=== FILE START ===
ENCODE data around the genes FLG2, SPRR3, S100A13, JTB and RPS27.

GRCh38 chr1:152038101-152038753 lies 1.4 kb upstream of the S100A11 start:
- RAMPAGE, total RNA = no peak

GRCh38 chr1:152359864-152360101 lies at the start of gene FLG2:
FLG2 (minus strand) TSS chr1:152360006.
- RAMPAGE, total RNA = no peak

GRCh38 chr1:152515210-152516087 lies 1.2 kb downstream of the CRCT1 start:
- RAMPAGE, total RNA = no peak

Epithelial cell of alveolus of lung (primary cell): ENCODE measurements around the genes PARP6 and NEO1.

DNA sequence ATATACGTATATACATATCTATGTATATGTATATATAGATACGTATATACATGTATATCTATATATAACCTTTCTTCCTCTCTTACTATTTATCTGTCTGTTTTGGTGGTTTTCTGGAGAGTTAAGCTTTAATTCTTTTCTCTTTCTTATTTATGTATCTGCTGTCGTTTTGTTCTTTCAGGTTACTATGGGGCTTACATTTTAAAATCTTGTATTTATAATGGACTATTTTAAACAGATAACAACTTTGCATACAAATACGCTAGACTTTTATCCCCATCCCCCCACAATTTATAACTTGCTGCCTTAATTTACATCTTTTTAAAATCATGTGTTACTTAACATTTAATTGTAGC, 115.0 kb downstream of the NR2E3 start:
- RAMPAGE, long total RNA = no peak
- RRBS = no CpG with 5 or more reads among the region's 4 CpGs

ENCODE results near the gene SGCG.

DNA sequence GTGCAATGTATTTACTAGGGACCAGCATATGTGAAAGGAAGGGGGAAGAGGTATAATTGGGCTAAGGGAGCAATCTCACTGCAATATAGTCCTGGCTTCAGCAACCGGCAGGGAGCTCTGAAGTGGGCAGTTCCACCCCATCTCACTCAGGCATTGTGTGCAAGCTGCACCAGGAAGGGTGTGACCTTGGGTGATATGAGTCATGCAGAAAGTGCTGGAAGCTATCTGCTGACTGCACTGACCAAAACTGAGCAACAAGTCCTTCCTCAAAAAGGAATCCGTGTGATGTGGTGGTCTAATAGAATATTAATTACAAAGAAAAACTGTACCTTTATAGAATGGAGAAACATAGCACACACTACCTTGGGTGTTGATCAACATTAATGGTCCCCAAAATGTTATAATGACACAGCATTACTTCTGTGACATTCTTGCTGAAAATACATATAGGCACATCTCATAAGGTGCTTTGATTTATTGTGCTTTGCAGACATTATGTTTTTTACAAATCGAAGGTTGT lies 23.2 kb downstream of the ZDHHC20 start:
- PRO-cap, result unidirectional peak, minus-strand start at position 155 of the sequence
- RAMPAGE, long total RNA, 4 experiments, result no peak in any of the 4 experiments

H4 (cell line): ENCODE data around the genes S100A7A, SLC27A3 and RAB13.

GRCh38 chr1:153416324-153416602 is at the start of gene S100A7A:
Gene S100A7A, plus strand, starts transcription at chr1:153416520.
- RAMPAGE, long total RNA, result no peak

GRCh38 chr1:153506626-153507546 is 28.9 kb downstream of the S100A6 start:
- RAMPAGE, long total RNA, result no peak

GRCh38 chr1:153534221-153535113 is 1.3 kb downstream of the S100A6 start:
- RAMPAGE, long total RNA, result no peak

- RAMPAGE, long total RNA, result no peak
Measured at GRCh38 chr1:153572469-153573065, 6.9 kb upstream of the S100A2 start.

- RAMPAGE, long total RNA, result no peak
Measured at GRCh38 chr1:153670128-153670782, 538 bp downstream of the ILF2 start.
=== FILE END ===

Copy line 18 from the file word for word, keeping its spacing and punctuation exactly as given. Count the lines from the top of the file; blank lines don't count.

GRCh38 chr1:153416324-153416602 is at the start of gene S100A7A: